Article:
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The Hollycroft Foundation was the brainchild of William C. Bendig.  Known as a "new Renaissance man," Bendig made his mark on the art world as the founder and editor of the influential theARTgallery magazine (1957-1983).  As a critic and a collector, he passionately promoted sculpture, which he called "the least understood of all the arts."  He was a sought after lecturer (National Gallery of Art, the Corcoran); a juror for major national art competitions; and a contributing curator for such powerhouse art shows as the Whitney Biennial.  But his life's work culminated not in the lofty towers of intellectual discourse, but with the real-world act of bringing world-class art to everyday people.

The foundation was launched in 1992 from Bendig's home in Ivoryton.  Its original goal was to catalogue the contents of theARTgallery magazine for the Archives of American Art at the Smithsonian Institution.  Ever the visionary, it wasn't long before Bendig's focus shifted from the past to the future. Within a few years he was organizing art exhibitions, including the "Hollycroft Invitational Series" that premiered in 1994.  He recruited top contemporary sculptors, while encouraging and showcasing new talent.  By 1996 the invitational featured 120 works drawn from nine states and three countries.  These early events evolved into year-round outdoor sculpture exhibitions, each known as the Sculpture Mile, mounted and continuously refreshed in various Connecticut towns and villages.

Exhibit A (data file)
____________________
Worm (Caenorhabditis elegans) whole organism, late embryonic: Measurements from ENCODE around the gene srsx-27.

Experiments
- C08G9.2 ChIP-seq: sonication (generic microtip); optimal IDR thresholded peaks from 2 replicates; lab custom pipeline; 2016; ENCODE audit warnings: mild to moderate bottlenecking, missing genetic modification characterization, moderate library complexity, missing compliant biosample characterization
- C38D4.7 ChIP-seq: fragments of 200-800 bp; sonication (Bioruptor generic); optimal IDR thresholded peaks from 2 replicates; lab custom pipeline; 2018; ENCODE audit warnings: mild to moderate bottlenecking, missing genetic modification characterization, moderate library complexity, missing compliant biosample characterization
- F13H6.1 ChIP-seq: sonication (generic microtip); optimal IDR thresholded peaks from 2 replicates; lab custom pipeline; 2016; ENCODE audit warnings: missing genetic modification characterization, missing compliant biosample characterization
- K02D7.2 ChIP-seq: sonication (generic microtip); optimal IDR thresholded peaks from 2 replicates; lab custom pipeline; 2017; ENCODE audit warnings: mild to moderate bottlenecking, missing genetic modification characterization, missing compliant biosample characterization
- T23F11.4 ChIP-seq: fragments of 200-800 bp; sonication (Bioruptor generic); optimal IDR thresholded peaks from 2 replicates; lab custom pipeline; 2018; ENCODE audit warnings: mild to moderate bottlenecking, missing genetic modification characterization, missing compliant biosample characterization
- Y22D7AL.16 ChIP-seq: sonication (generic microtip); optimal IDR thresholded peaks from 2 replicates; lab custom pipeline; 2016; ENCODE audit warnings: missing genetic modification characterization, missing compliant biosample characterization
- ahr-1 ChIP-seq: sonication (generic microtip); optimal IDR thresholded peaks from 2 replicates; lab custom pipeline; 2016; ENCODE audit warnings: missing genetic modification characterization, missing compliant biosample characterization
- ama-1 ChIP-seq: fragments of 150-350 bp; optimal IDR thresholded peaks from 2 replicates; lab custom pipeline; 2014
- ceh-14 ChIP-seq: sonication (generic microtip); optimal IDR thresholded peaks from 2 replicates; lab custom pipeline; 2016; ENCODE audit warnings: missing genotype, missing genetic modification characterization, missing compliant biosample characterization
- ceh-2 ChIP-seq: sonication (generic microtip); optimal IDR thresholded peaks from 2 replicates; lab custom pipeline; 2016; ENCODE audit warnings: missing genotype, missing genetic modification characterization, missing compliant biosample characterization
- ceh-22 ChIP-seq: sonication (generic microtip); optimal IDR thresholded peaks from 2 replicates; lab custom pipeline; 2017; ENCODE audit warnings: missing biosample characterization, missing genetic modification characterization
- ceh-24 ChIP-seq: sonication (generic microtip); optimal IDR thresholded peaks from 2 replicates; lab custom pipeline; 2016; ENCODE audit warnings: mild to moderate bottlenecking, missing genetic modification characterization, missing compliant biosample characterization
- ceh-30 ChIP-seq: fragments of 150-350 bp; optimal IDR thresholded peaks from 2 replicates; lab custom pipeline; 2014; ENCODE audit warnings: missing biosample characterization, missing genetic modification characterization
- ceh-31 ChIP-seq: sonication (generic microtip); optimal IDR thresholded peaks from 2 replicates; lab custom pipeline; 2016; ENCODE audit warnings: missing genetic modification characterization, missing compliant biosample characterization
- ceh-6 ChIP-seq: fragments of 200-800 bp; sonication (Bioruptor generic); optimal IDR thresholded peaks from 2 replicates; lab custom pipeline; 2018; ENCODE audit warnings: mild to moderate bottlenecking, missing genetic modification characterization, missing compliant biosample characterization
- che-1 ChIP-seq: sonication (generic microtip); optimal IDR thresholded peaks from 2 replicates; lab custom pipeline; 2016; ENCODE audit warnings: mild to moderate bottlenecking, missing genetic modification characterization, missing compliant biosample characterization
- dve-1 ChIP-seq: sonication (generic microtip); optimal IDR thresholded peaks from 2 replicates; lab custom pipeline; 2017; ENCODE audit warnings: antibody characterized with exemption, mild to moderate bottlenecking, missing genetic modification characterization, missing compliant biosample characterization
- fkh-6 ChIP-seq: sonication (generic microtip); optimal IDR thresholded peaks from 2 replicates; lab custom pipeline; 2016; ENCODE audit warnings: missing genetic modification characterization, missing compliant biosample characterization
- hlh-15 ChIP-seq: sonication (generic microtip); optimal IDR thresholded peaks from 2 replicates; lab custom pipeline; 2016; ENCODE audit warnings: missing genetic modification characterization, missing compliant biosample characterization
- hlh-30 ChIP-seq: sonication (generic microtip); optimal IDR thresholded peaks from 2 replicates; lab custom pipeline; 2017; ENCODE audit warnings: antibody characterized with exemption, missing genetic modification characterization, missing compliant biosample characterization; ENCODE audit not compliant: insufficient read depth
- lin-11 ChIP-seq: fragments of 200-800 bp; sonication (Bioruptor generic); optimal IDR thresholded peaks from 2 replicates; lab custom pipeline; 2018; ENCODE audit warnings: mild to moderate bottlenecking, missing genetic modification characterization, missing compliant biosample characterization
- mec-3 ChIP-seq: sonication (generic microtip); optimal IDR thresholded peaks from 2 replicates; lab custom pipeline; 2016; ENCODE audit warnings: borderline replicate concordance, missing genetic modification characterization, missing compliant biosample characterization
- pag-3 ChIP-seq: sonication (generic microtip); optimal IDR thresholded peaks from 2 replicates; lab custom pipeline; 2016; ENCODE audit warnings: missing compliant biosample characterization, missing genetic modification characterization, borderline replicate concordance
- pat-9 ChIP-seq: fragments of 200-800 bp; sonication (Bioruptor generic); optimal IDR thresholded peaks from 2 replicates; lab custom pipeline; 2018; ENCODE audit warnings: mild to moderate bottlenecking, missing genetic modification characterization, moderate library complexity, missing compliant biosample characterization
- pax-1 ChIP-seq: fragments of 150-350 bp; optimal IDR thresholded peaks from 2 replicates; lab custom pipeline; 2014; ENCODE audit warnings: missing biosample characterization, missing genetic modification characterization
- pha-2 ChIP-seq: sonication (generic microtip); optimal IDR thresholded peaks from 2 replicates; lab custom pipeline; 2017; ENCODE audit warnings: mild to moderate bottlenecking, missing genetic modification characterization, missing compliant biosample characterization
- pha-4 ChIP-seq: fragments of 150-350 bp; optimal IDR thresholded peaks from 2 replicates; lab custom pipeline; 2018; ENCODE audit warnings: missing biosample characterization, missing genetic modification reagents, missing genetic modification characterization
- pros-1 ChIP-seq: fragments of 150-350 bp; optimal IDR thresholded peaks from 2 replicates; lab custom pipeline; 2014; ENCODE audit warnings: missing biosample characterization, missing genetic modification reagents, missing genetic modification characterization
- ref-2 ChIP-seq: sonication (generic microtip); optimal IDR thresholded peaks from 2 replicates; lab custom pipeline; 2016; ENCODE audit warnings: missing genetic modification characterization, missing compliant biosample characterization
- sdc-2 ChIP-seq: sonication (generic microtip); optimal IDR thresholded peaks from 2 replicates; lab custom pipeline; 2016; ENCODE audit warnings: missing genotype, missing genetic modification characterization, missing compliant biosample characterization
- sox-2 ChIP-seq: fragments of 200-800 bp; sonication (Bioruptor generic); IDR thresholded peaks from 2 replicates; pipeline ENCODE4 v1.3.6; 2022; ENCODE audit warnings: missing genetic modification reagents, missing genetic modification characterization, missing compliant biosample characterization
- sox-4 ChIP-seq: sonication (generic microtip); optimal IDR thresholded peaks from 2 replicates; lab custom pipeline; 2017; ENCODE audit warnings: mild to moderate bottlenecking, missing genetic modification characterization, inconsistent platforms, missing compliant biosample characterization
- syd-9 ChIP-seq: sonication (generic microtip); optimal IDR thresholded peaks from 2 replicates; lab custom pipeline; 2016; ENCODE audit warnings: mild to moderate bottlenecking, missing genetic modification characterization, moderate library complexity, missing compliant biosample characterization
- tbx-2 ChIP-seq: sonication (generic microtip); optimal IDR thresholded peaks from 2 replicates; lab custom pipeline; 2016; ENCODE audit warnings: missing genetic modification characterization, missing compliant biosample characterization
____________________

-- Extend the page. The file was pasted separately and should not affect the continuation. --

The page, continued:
Outspoken, energetic, and media-savvy, with a natural showman's flair, Bendig was very much the face -and the voice-- of the Hollycroft Foundation.  Over the years he kept Hollycroft in the spotlight, generating coverage in major publications and  on network television.  


In 2016, his health in decline, Bendig hand-picked his successor, artist Brian Wendler, who had been an exhibiting sculptor in several of Hollycroft's Sculpture Miles. The two worked side-by-side not only as mentor and pupil, but as colleagues and friends.  Bendig remained an engaged organizer and promoter nearly until the end of his life.  Wendler recalls that when Bendig heard his own dire prognosis, he was incredulous, and exclaimed "But there's so much work to be done!"

William C. Bendig passed away on July 14, 2019 at the age of 92.  Today, his vision for the Sculpture Shore has been realized, and continues to evolve and enrich the community - an everlasting legacy and evidence of an extraordinary life.

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